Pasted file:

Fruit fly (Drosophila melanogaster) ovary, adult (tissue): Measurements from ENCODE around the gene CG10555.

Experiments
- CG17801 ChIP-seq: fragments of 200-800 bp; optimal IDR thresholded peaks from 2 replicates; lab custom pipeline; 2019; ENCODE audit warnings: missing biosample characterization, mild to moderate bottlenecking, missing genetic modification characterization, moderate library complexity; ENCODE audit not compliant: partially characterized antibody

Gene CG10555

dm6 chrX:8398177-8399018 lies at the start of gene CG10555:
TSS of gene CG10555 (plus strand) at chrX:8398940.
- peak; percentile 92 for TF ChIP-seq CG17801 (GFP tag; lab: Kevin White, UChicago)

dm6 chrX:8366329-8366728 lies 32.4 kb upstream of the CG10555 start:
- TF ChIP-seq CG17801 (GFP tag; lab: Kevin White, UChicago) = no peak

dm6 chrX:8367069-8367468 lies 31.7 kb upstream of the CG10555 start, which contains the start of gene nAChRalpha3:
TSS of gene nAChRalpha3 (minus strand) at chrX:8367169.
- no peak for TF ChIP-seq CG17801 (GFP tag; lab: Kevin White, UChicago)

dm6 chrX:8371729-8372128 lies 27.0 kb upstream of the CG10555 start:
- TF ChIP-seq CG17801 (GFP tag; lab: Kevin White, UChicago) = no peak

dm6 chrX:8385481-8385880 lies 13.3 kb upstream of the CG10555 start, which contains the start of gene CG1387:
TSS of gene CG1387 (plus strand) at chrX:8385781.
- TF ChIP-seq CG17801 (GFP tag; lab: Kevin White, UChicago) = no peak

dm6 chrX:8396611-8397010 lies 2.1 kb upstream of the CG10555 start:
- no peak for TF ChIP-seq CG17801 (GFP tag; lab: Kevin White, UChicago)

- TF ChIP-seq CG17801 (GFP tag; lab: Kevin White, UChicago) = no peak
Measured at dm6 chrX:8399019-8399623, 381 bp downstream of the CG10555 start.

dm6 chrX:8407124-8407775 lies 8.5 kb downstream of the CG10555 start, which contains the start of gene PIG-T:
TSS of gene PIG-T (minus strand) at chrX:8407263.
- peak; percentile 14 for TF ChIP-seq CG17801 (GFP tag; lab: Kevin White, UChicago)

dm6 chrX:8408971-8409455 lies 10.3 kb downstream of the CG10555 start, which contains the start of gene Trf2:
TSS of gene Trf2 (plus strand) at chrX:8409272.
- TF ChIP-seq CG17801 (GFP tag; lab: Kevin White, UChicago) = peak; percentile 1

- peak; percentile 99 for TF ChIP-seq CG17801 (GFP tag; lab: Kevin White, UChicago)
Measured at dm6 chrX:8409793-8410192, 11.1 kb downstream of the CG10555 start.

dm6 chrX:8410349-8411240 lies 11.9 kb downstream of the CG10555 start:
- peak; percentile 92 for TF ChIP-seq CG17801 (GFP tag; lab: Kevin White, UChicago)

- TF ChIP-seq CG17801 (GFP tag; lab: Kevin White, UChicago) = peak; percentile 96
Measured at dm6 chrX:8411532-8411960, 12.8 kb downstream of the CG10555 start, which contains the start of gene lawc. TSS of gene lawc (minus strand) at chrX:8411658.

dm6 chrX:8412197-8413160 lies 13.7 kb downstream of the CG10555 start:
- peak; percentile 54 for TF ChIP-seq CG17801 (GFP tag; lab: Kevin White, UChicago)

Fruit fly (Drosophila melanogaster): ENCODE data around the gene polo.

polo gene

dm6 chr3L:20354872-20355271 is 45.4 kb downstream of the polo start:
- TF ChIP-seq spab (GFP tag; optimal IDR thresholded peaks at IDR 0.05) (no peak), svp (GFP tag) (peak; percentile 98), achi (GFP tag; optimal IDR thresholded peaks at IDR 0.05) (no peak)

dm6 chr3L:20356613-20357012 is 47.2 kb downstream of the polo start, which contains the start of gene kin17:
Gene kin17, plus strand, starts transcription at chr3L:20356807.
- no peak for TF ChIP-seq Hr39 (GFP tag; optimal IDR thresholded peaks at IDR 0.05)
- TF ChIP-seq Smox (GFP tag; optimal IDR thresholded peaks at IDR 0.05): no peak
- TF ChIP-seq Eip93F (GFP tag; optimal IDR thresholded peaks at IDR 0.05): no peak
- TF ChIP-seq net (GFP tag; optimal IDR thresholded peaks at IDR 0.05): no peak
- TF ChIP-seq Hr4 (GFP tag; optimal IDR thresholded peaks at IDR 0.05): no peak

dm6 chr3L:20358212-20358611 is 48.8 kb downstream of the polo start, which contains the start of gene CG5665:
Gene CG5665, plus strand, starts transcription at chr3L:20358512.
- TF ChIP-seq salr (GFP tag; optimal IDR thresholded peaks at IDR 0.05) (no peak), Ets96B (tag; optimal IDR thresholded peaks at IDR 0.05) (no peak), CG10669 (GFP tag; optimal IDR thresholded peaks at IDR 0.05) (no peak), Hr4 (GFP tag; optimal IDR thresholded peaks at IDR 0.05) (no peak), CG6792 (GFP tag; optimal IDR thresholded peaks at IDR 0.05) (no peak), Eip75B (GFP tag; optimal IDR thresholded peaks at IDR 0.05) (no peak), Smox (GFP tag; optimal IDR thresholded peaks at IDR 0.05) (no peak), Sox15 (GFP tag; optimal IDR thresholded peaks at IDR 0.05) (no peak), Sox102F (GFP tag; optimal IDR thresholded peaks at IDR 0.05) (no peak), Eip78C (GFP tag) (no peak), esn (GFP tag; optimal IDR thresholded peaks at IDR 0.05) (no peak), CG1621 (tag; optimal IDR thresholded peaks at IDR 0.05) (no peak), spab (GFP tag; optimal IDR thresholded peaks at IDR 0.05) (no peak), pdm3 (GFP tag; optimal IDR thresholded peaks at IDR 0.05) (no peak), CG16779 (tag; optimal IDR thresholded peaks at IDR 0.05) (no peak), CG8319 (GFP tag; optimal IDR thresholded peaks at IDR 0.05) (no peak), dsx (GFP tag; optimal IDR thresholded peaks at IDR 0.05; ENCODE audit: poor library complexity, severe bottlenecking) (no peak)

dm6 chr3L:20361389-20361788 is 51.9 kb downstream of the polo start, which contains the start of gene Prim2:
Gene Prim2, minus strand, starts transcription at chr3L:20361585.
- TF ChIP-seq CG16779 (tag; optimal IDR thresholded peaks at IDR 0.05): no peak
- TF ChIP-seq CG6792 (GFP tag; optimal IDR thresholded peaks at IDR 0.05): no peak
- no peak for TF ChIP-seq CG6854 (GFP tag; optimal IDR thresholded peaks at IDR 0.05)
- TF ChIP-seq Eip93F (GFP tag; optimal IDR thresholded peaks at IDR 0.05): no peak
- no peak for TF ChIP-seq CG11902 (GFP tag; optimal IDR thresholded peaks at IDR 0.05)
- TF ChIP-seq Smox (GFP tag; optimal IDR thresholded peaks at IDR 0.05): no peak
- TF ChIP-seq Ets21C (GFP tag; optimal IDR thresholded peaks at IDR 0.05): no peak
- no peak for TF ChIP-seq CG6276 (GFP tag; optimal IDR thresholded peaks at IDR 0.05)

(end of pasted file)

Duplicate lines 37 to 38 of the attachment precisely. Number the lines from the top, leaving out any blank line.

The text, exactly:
polo gene

dm6 chr3L:20354872-20355271 is 45.4 kb downstream of the polo start: